CHICAGO (AP) _ Unfit parents are more likely to surrender their children for adoption if they can maintain some contact, says a task force report urging Illinois lawmakers to give birth parents rights in some adoption cases.

''This is no crusade ... and it's not as new as it sounds,'' Wedgie Schultz, president of Illinois Action for Children and one of a group of experts who helped draw up the recommendation, said Monday.

Contracts allowing birth parents rights ranging from awareness of their children's whereabouts to regular visitation are ''already arranged between consenting groups of adoptive parents, birth parents and the children themselves, when they are old enough.''

''All we propose is that such (arrangements) be given legal standing,'' she said. Informal arrangements for visitation, unlike a legal contract, can be terminated if things don't go well, without the birth parents' having any recourse in the courts.

But William Pierce, president of the National Committee for Adoption, argued the proposal amounts to ''kind of plea-bargaining with abusive and neglectful parents ... by offering the carrot of continued contact.''

''The child would be told his parent is not fit to be a parent, but society and the court requires that this unfit parent have access to him,'' Pierce added.

The report containing the proposal for limited ''open adoption'' was prepared by the Illinois Task Force on Permanency Planning and distributed to state lawmakers beginning Monday.

The Illinois report is itself part of a three-year, $5.7 million federally funded study administered by the National Council on Juvenile and Family Court Judges.

Council spokesman Robert Praksti, director of the project, said while the council supports open-adoption arrangements in some cases, it would not endorse extending legal standing to such contracts.

He said that as far as he knows, Illinois would be the first state to enact such a law if the recommendations are followed.

''The operative part of the formula is to look at the best interests of the child. Common sense can tell you that in some cases, older children may want to find a parent, stay in touch with a parent or whatever, and it can work to everyone's benefit,'' Praksti said in a telephone interview from the council's Reno, Nev., headquarters.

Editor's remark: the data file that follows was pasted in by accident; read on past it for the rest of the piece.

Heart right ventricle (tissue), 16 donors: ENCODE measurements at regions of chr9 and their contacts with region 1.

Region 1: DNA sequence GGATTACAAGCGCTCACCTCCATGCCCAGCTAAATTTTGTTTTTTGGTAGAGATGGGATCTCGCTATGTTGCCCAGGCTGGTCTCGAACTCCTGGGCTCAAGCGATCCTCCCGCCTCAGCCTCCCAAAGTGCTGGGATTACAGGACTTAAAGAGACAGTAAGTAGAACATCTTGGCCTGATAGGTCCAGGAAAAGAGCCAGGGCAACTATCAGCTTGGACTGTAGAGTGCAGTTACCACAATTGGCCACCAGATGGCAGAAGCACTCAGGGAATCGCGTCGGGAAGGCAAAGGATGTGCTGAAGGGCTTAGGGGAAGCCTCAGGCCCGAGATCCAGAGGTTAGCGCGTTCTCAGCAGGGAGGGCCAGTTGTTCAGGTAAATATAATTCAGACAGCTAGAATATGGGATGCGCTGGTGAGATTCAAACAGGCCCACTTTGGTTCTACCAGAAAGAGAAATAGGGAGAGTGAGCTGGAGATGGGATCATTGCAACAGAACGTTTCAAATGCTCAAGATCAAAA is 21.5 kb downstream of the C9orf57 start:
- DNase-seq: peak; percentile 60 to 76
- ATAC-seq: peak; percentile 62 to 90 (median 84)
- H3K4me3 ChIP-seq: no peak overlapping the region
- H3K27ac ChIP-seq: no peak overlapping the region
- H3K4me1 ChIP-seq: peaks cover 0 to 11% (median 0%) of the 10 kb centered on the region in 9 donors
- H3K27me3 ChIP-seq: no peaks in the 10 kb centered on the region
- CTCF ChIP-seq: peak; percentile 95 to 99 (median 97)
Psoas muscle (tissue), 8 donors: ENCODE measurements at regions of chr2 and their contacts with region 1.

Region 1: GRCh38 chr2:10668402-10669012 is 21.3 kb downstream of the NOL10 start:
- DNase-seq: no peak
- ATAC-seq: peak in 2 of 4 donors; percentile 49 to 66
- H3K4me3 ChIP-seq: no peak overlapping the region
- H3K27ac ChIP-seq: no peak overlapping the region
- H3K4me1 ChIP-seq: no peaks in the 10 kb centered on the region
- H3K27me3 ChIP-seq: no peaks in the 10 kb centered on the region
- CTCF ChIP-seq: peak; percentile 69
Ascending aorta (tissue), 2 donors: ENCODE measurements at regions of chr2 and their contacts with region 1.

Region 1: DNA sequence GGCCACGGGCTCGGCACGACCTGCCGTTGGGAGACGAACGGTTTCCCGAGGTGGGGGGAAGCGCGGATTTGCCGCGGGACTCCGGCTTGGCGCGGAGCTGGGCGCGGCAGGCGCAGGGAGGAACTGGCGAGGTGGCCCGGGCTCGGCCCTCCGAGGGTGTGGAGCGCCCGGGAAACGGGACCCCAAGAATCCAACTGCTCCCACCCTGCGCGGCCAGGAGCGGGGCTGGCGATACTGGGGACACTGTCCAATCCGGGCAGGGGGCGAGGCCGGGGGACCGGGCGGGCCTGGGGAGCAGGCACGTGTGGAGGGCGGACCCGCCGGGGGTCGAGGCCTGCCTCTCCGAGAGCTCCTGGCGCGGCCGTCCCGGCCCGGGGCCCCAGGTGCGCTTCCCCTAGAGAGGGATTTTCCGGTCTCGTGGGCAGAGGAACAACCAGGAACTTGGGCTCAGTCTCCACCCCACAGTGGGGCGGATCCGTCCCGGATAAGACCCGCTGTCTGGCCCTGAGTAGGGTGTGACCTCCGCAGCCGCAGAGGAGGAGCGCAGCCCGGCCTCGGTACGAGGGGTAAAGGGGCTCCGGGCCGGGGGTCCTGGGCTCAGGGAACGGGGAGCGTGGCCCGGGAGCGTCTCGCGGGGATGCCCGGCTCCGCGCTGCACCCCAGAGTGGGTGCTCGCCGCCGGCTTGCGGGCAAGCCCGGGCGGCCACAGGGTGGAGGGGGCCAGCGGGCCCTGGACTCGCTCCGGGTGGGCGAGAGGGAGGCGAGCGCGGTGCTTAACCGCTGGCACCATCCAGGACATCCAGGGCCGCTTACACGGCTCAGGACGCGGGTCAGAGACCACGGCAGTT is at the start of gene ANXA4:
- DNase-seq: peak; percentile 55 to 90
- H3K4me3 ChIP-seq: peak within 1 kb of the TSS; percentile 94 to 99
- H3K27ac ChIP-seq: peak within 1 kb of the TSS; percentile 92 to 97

''But the saying that applies here is, 'If something's not broke, don't fix it,''' he added.

Studies indicate that parents who lapse into abuse or neglect of their children are more likely to give them up when some contact is guaranteed, said Pamela Elsner, who served on the task force. She is executive director of Illinois Action for Children, the private child-welfare advocacy group of which Ms. Schultz is president.

Many abused children now live in foster homes for years, while their parents fight any state attempt to strip them of their parental rights or to arrange permanent adoption, Ms. Elsner said.

Ms. Schultz argued that being able to offer birth parents varying degrees of contact could help remove children from homes where they may be subject to abuse or neglect.

''We've counseled parents for two and three years, and even when they reach the point of acknowledging they can't parent, they won't terminate parental rights because they can't face the prospect of never seeing their children again,'' said Ms. Schultz.

''In some instances, an arrangement between the (birth and adoptive) parents helps us settle these questions. In some instances, that being law might help,'' she said.

''But this isn't plea-bargaining. And our intent is not to allow abusive, neglectful parents to ruin a child's life,'' she said.

The task force report also recommended that the state guarantee any abused child access to counseling or other aid, and that specially trained volunteers be appointed by the juvenile courts to serve as advocates for children in the court system.